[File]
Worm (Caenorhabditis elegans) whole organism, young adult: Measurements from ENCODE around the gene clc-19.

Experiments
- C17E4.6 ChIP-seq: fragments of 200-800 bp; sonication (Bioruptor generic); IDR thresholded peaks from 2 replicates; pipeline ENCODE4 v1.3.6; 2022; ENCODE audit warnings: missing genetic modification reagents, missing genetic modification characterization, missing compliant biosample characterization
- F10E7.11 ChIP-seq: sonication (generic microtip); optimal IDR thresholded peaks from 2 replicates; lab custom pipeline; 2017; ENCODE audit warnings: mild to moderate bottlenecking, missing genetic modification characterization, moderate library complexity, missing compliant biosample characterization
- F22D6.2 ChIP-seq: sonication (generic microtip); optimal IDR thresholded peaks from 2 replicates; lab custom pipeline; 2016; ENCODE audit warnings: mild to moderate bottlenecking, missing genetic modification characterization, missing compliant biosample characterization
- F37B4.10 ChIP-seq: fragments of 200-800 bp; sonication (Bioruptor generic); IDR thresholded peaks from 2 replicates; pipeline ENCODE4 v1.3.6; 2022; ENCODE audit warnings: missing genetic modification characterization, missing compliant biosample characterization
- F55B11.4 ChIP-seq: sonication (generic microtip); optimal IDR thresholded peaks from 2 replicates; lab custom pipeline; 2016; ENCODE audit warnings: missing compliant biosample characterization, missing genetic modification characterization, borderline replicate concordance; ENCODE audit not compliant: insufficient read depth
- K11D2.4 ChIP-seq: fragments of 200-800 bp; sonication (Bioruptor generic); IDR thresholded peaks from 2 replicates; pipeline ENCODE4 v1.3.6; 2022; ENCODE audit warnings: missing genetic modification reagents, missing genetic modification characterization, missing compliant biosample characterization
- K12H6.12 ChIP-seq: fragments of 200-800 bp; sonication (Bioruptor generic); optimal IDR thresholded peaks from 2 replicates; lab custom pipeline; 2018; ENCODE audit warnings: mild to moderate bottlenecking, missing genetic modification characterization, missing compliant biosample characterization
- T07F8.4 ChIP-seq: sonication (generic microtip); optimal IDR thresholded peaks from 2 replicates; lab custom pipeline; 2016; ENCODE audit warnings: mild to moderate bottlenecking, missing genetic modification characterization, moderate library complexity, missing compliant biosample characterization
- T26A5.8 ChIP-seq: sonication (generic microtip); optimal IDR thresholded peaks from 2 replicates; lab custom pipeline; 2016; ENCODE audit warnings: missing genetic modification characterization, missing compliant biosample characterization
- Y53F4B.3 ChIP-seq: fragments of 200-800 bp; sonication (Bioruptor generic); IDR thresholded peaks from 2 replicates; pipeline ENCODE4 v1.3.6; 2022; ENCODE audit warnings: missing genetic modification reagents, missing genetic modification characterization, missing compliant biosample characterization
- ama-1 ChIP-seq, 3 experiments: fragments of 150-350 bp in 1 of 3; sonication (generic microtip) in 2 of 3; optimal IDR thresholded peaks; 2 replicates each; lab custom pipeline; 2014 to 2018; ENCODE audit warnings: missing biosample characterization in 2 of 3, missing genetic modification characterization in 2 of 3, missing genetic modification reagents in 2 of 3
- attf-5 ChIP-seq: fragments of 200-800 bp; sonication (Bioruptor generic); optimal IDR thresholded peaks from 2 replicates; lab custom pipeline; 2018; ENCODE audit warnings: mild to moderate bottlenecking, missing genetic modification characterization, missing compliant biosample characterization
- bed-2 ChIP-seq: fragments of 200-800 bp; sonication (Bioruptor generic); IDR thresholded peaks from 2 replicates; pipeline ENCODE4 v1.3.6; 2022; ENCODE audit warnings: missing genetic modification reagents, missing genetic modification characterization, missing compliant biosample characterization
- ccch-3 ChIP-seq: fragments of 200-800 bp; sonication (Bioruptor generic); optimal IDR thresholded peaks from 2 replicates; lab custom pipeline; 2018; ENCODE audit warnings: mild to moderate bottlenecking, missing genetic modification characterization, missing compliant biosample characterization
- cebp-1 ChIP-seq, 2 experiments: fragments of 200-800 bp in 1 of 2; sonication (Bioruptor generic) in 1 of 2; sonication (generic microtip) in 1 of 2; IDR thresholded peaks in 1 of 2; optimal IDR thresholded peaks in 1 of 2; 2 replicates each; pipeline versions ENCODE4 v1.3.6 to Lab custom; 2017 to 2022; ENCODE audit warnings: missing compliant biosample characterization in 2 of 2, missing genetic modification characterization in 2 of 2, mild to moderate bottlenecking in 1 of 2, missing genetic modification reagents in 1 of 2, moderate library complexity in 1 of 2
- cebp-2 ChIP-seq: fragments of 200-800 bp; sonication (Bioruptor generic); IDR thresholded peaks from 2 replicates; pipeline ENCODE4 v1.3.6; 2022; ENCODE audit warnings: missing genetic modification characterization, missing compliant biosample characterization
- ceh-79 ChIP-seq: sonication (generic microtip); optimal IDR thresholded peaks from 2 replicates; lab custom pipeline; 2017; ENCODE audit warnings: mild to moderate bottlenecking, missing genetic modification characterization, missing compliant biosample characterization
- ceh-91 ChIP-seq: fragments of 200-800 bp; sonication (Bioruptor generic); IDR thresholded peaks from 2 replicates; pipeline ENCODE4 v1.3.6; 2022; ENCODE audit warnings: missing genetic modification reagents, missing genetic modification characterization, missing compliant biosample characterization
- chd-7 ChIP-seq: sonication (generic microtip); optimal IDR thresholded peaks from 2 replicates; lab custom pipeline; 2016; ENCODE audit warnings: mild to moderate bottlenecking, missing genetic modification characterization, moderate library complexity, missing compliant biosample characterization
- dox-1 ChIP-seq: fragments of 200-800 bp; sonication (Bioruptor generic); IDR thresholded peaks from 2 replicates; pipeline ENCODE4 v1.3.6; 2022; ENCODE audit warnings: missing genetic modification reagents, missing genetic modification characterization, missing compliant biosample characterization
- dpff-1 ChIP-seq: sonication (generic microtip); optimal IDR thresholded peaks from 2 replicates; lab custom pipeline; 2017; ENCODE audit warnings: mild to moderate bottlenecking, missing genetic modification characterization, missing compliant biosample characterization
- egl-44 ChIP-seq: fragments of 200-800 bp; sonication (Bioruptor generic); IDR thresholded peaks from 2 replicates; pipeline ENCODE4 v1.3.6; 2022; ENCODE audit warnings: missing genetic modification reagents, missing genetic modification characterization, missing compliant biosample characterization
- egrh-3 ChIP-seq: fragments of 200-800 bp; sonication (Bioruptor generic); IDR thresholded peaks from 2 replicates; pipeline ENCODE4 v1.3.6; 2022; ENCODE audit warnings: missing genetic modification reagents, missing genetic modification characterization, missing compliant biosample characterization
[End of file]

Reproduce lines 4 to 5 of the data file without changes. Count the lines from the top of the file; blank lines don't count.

- F10E7.11 ChIP-seq: sonication (generic microtip); optimal IDR thresholded peaks from 2 replicates; lab custom pipeline; 2017; ENCODE audit warnings: mild to moderate bottlenecking, missing genetic modification characterization, moderate library complexity, missing compliant biosample characterization
- F22D6.2 ChIP-seq: sonication (generic microtip); optimal IDR thresholded peaks from 2 replicates; lab custom pipeline; 2016; ENCODE audit warnings: mild to moderate bottlenecking, missing genetic modification characterization, missing compliant biosample characterization